'This handsomely produced and interestingly illustrated volume is two works in one. The first part offers a survey of Jewish history and literature. The second part presents what the preface describes as 'a thematic analysis of the teachings and practices of Judaism.'' Israel Finestein, Jewish Chronicle
'Fluently written, with an admirable fair-mindedness in surveying both history and belief.' A.J. Shermann, Times Literary Supplement
'The intelligent non-expert gets a clear picture of Jewish life, letters and history and it will be an endlessly useful reference book.' Julia Neuberger, Times Educational Supplement
'A wide-ranging account of things Jewish that one can truly recommend to intellectually curious Gentiles, as well as to the majority of modern secularized Jews who know relatively little about their complex tradition.' Louis Marcus, Irish Times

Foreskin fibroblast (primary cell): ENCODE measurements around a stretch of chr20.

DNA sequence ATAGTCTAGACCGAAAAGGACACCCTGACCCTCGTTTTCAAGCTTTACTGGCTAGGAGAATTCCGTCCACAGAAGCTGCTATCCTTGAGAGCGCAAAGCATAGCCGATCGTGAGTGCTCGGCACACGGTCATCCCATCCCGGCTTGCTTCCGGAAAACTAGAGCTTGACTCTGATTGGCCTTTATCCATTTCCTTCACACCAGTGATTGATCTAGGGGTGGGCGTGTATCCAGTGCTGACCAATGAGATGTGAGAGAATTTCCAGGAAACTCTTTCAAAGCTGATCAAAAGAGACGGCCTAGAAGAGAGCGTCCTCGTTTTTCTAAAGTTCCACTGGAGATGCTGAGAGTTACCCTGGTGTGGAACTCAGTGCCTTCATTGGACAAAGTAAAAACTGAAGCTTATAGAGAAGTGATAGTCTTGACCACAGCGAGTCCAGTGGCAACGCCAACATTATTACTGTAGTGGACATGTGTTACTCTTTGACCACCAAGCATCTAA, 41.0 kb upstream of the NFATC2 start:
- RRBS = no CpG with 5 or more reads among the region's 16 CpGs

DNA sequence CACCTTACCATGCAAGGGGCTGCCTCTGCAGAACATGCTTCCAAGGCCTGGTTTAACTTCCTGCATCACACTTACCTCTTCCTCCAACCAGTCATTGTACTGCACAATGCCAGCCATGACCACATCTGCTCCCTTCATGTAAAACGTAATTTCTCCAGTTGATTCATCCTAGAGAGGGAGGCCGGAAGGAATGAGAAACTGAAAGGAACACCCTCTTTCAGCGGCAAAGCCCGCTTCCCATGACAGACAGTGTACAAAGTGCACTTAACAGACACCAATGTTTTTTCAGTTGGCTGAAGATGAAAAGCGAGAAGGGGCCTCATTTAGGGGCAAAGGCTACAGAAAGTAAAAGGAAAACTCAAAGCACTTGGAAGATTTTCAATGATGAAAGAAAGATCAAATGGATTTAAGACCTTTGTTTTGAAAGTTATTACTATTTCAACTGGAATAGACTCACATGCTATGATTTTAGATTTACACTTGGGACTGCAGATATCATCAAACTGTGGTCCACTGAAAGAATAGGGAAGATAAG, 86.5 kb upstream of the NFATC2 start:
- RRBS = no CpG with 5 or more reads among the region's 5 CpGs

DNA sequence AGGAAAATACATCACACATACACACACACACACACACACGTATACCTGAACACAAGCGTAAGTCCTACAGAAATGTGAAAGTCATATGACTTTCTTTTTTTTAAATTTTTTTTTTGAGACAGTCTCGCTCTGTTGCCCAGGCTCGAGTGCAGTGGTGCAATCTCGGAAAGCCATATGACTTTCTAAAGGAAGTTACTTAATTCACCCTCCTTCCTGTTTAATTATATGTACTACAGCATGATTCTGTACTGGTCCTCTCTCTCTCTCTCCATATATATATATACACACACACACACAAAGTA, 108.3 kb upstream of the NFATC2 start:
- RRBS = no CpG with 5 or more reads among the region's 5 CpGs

For the overwhelming majority of Jews under Roman rule, Jesus of Nazareth was just one more tragic, fallible victim of the struggle against an oppressive regime. In this scholarly history by two London rabbis of the Progressive branch of Judaism, unfolding events are interpreted as they were felt and lived by the Jewish people. Ever since the French Revolution, when Judaism lost its hold as an all-embracing amalgam of faith and behavior, Jews' responses to the modern world have ranged from conversion or assimilation to fervent nationalism. The narrative, alternately brisk and dry, helps explain how a tiny, persecuted, exiled people maintained a distinctive cultural identity and sense of mission. In extensive sections on ethics, belief, literature and worship, the authors take a refreshingly unconventional approach. Reminding us that "Old Testament'' is a Christian term alien to Judaism, they reexamine the Jewish Bible's sense of the cosmos as a unitary whole. Their view of Judaism as a set of mitzvoth (commandments), a code of conduct that each believer must rediscover, informs this challenging study.